Over the past weeks, since the historic U.S. Presidential election, we’ve been bombarded with words. The media, blog posts and social media arguments have been blowing up with negativity, anger, viciousness and fear. It’s as though a black cloud of vitriol has overtaken every aspect of our lives. People are spewing words but not listening to the words being spoken back to them. There is no discussion,only venom. Words have become weapons to deny, belittle, attack and wound.
This saddens me because I love words.
As far back as I can remember, words have been important in my life.
As a young child, my beloved Grandma encouraged me to write and publish my little poems and stories for the Western Producer. Because we lived far apart, she would also send me cards and letters. I loved receiving mail and, after reading her words and feeling them in my heart, I would sit down immediately and write back to her.
In middle school, probably Grade 6 or 7, I had an exceptional teacher, Mr. Owen Corcoran whose encouragement allowed me to complete my very first “book”. I remember how caught up I got in my story, how the words flowed out of me, seemingly without effort, and how proud I was to have an adult tell me my work “was the highlight of my literary year”.
Words have always helped me attempt to answer questions I had about my place in the world. I was a shy, quiet child and words were my friends when others were cruel and uncaring. As a teenager, whose home life was often fraught with fear, uncertainty and less-than-happy times, I would turn to my words for comfort – by reading or writing them. My angst-filled poems spoke for me when my voice was stuck in my throat for fear of ridicule or contempt.
Of course, the teen years also carried with them the yearning to fit in; to be popular, yet not knowing quite how that was done; the inevitability of doing stupid things; making mistakes; loving the wrong people; having my heart broken and my feelings left bruised and battered. But by retreating to my room with notebook and pen I could mercilessly throw down words that could give voice to my pain, frustration, and confusion without hurting anyone else because no one ever saw them. But I could read and re-read them and they comforted me in a way nothing else did.
I could have turned to booze or drugs but, instead, I turned to words.
Words saved me.
Words continue to bring me comfort by giving voice to the cyclone of thoughts that whirl through my mind. The action of releasing my thoughts to a blank page where I can see them, try them out, make sense of them and be calmed by them is like having my own personal therapist.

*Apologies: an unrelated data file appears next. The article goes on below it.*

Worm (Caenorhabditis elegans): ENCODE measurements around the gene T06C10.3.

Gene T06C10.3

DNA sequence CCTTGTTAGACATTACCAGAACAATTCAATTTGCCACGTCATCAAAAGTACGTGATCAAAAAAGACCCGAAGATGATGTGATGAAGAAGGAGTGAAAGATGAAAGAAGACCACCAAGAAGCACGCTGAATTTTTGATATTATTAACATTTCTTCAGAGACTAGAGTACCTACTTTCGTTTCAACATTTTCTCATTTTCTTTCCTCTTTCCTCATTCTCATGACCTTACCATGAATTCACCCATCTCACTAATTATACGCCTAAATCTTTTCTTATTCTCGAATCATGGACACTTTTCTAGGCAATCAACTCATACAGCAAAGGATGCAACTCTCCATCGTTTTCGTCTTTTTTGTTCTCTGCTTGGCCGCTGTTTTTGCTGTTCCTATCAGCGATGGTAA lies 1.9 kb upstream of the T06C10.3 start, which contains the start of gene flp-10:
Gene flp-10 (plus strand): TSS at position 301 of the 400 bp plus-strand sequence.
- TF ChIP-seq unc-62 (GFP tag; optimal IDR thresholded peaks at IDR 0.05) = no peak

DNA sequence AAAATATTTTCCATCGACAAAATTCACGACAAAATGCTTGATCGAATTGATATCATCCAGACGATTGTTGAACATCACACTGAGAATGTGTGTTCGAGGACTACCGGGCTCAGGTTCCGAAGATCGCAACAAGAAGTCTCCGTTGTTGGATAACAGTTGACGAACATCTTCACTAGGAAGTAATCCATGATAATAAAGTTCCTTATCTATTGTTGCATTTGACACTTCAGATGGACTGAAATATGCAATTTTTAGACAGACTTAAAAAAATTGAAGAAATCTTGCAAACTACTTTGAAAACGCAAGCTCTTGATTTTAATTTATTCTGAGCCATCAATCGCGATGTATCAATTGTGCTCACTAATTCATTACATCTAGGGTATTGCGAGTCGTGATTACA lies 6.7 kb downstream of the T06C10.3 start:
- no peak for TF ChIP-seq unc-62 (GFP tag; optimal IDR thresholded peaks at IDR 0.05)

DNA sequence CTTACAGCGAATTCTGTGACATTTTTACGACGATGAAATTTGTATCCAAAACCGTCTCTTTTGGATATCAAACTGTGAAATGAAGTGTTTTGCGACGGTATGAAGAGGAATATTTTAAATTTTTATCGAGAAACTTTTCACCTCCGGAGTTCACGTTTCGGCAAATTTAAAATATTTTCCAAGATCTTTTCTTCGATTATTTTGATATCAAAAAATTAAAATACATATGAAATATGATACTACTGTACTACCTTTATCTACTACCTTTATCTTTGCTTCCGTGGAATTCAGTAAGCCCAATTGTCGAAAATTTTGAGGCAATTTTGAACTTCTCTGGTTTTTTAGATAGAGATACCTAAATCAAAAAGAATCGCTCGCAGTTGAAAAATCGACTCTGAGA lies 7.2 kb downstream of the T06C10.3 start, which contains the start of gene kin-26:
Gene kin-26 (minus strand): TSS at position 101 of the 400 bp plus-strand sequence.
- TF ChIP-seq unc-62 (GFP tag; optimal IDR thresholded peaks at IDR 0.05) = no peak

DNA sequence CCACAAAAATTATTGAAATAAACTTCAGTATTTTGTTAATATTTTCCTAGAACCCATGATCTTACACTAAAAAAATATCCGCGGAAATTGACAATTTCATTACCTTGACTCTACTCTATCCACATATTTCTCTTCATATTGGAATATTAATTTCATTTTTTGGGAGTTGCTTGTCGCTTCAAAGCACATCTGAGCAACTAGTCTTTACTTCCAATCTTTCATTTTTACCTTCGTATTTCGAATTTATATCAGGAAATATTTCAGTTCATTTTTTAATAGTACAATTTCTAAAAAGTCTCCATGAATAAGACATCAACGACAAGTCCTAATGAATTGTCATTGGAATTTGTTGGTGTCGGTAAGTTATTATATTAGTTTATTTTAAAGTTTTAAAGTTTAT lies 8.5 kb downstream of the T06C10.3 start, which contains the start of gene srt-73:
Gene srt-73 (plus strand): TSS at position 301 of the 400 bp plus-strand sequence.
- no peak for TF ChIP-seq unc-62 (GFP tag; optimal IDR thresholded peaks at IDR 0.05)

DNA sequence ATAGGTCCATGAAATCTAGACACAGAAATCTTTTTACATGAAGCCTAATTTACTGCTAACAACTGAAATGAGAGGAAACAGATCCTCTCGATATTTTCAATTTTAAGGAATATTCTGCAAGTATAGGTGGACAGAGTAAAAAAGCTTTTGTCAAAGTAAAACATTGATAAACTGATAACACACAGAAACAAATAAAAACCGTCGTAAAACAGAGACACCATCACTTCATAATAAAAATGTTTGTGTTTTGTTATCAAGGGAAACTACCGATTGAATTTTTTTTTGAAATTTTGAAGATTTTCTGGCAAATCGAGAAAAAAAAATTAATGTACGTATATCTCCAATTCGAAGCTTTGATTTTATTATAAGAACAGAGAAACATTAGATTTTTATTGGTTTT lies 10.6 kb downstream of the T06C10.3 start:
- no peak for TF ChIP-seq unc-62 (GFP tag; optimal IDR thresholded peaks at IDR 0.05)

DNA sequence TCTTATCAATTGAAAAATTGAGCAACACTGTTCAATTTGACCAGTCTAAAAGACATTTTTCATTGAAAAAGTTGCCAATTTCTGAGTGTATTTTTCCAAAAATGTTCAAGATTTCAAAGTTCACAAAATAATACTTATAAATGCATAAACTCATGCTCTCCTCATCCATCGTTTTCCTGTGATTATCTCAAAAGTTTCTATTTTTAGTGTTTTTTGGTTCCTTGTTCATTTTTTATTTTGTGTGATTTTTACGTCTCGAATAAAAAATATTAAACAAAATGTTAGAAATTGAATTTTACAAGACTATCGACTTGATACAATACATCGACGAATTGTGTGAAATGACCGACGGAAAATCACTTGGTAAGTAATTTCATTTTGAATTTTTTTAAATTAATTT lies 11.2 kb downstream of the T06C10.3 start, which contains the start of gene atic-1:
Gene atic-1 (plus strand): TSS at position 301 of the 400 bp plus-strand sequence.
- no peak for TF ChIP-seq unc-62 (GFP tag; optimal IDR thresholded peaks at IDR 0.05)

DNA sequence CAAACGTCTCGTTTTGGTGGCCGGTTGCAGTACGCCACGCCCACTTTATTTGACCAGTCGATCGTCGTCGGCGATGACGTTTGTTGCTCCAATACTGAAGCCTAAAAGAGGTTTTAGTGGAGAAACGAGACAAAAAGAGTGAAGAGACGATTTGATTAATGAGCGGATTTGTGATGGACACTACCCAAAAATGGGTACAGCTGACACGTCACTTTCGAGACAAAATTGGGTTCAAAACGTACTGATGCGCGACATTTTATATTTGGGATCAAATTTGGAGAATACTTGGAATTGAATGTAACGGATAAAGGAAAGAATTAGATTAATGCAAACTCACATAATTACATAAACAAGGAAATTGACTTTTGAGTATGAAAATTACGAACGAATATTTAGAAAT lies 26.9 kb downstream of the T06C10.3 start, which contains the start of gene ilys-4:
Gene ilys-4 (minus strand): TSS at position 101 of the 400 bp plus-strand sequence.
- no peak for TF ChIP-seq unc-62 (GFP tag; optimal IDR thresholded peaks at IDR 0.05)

And I love to read the words that others have masterfully woven together to create a tapestry of life. To visualize strong characters; to feel the intent and wisdom of the words sink into me and cause me to nod in agreement or gasp in disbelief; to be entertained or taught or changed, are gifts that the words of other writers give to me.
But I’ve also witnessed how words can cause pain, hurt and destruction when used as weapons to belittle and denigrate others. Whether it’s in the angry words used to lash out at a spouse or a child, or a post on social media (as we hide behind our keyboards), the power of words can be undeniably caustic if used without consideration of their strength.
For it is the intent in which our words are given that shapes the result. As with everything we do in life, we should take a moment to think before we speak; to offer up our words with compassion, empathy, understanding, and grace – even if the only one we offer them to is ourselves. Hurtful or negative self-talk can be just as damaging as words spoken or written to others.
Though they are simple black markings on paper, they also become thoughts in our minds or utterances spoken out loud. They have the ability to heal, to hurt, to comfort, to inspire and to blame, to launch a movement or to entertain us when we want to escape.
They can carry the most power even when used sparingly and succinctly:
When we communicate our deepest feelings or opinions through words we must be ever-mindful of our intent because “once a word is said it cannot be unsaid” and the resulting effect can be more far-reaching than you can imagine.
Be wise with your words. Treat them as rare jewels and offer them with thought and respect. Allow them to lift others up. Use them to heal and bring comfort.
Or don’t use them at all.